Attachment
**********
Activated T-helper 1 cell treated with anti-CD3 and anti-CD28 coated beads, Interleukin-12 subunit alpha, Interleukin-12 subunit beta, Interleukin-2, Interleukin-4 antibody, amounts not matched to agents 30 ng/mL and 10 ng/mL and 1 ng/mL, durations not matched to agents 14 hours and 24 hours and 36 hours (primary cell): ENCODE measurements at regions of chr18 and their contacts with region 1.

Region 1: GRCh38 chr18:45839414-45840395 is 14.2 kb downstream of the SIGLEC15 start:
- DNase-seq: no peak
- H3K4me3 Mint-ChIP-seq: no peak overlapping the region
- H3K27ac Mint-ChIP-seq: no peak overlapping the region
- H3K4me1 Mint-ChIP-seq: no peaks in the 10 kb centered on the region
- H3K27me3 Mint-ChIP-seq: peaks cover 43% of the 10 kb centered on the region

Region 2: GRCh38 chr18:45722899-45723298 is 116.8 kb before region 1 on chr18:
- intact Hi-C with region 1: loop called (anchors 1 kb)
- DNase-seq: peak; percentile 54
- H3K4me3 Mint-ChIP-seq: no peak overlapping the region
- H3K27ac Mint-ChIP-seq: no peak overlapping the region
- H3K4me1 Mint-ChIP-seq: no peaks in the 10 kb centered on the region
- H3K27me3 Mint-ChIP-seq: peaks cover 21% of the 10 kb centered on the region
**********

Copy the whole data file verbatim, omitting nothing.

Activated T-helper 1 cell treated with anti-CD3 and anti-CD28 coated beads, Interleukin-12 subunit alpha, Interleukin-12 subunit beta, Interleukin-2, Interleukin-4 antibody, amounts not matched to agents 30 ng/mL and 10 ng/mL and 1 ng/mL, durations not matched to agents 14 hours and 24 hours and 36 hours (primary cell): ENCODE measurements at regions of chr18 and their contacts with region 1.

Region 1: GRCh38 chr18:45839414-45840395 is 14.2 kb downstream of the SIGLEC15 start:
- DNase-seq: no peak
- H3K4me3 Mint-ChIP-seq: no peak overlapping the region
- H3K27ac Mint-ChIP-seq: no peak overlapping the region
- H3K4me1 Mint-ChIP-seq: no peaks in the 10 kb centered on the region
- H3K27me3 Mint-ChIP-seq: peaks cover 43% of the 10 kb centered on the region

Region 2: GRCh38 chr18:45722899-45723298 is 116.8 kb before region 1 on chr18:
- intact Hi-C with region 1: loop called (anchors 1 kb)
- DNase-seq: peak; percentile 54
- H3K4me3 Mint-ChIP-seq: no peak overlapping the region
- H3K27ac Mint-ChIP-seq: no peak overlapping the region
- H3K4me1 Mint-ChIP-seq: no peaks in the 10 kb centered on the region
- H3K27me3 Mint-ChIP-seq: peaks cover 21% of the 10 kb centered on the region